A House Divided

How to bring up children, who despite being siblings, each have their own distinct personalities and character traits?

One might be a natural athlete, with great physical prowess, an outgoing personality and the killer instinct of a hunter. Another might be more introverted, with a brilliant mind, the strength of a weight lifter and a spiritually sensitive nature. Both are members of the same family, with the same parents and yet they are so different. What are parents to do?

In this week’s Torah reading[i], the Bible’s lessons are not so much about what should be done; but rather, what should not be done, in this kind of a situation. Our Patriarch, Isaac and Matriarch, Rebecca were blessed with fraternal twin sons. However, even during pregnancy, Rebecca realized that each boy was very different from the other. Indeed the Bible[ii] reports that they were at odds in the womb.

The Midrash[iii] explains that this was because of their opposing natures. As the Yalkut Shimoni[iv] clarifies, Esau’s aspirations were totally focused on the material world, including eating, drinking, success in business and other earthly delights. He had no interest in the world to come. Jacob aspired to earn his place in the world to come, which, albeit devoid of these earthly pleasures, has its own abundant spiritual rewards. This did not mean that Jacob totally abdicated his role in this world. Rather, it was a matter of what was primary and what secondary. As the Bible reports and Esau himself later observed, Jacob also enjoyed material success.

The Bible[v] alludes to the upbringing of the twin boys, by referring to the fact that the boys were raised together. Rav Samson Raphael Hirsch, in his commentary on the verse, points out that this was a fateful error. Instead of educating the boys together, using the same pedagogical techniques, each child should have received an education best suited to his individual nature and needs[vi].

Rav Hirsch explains how the goal of a Jewish education is the same for all children. However, the ways of accomplishing it are as manifold and diverse as human character traits and paths of life. He vividly presents how children can react differently to the same educational methods. He notes that the surest way to court disaster was sending Jacob and Esau to the same college, forcing both to have the same habits and hobbies and enrolling them in the same academic track, designed for those interested in pursuing a studious, sedate and meditative life. What may be appropriate and beneficial for one child may be extremely harmful to another. Esau could hardly wait to throw away those old books. At the same time, he was leading a separate life, behind the back of his parents, which he had learned on the streets, without the benefit of parental input, guidance and perspective.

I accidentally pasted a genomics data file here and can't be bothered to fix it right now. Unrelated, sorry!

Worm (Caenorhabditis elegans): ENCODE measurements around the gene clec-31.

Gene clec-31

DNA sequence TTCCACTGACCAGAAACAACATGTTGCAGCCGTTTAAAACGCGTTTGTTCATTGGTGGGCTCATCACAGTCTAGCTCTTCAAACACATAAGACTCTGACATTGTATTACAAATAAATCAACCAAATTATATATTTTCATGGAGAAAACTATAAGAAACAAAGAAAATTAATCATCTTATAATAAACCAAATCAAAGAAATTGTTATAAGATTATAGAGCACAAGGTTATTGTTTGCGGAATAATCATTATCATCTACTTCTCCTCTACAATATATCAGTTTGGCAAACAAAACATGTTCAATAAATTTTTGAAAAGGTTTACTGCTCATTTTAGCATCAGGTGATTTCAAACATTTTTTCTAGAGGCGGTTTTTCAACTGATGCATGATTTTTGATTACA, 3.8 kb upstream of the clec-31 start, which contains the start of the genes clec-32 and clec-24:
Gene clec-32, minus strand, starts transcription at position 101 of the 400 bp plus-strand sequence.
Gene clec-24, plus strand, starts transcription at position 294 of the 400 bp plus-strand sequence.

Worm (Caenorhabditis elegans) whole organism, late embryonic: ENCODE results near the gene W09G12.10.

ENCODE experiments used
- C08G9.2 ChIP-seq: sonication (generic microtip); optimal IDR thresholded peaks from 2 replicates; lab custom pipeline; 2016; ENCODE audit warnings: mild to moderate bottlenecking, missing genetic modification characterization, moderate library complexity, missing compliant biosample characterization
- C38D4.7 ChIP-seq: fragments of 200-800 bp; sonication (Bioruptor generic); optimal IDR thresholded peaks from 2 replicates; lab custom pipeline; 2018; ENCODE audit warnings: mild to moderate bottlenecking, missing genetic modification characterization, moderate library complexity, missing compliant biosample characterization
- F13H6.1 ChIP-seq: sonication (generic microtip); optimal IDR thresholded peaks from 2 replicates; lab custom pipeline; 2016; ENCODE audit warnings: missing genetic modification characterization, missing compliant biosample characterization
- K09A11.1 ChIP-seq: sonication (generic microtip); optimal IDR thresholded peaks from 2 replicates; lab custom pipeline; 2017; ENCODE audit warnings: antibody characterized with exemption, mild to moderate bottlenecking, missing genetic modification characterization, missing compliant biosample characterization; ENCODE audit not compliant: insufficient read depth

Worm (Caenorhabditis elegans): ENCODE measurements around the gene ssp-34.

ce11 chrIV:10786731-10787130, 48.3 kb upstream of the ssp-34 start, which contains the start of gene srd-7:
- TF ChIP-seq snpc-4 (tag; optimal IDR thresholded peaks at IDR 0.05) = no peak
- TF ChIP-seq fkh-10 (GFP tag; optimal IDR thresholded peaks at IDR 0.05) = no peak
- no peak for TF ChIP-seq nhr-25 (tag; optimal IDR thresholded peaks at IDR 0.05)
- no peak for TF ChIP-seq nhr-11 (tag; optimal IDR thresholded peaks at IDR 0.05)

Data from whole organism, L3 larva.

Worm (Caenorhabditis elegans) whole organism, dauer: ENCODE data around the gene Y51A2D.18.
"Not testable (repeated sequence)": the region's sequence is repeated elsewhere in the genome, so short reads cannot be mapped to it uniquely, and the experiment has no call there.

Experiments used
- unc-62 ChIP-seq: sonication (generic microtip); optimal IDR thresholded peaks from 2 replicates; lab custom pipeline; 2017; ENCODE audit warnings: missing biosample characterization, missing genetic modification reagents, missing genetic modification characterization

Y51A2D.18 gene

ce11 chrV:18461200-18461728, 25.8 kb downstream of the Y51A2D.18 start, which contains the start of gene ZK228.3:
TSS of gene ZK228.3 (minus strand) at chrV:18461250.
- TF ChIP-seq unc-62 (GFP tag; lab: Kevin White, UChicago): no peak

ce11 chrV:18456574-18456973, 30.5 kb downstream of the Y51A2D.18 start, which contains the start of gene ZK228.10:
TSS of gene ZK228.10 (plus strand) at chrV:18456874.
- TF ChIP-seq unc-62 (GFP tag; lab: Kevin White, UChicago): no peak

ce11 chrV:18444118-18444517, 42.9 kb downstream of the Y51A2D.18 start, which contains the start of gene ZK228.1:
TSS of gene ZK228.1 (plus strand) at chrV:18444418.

This does not mean that the boys did not have some strengths and skills in common. After all, a hunter needs focus, patience, skill and knowledge and so does a scholar. Indeed, as Rebecca foresaw, Isaac eventually recognized and Jacob was to prove, in his own life’s journey, he was every bit as capable of succeeding as a businessman, warrior and progenitor of a nation. Nevertheless, Isaac and Esau shouldn’t have been together in the same classroom, subjected to the same routines and taught in the same manner. Even Jacob had to be motivated to go out into the world and not just be glued to his seat studying.

The challenge is to find a way to harness each child’s character traits in service of the higher divine purpose of perfecting both the individual and humankind. As the Talmud[vii] discusses, an individual predisposed to shedding blood, might, instead of being an armed robber, choose[viii] to become a surgeon, Mohel or ritual slaughterer. Indeed, it is reported that Moses may have had some pretty nasty character traits, including arrogance, vanity and indolence[ix]. However, inborn character traits don’t necessarily define how a person will act. Moses worked to sublimate these traits and harness them, in order to become one of the most extraordinary personages in history.

Isaac recognized Jacob and Esau were very different persons, but his philosophical approach to the problem was very different from that of Rebecca. He conceived of a plan under which there would be a strict division of labor between the two brothers, within the context of a partnership, where each could pursue their diverse aspirations[x].

In Isaac’s model, his first-born son, Esau, would use his proficiency in the ways of the world and talents, as a skilled businessman, to help support his brother, Jacob. Under this arrangement, Jacob would be freed from the rigors of earning a living and be able more fully to devote himself to scholarly activities and divine service. Thus, Isaac sought to bless his son Esau, with material prosperity and the blessing for spiritual success was reserved for Jacob.

In Isaac’s utopian vision, this seemed to be an ideal division of labor. Each son would use his particular talents for the common good and thereby build a nation. Isaac believed that, despite Esau’s shortcomings, he would nevertheless use his skills to support his brother, Jacob.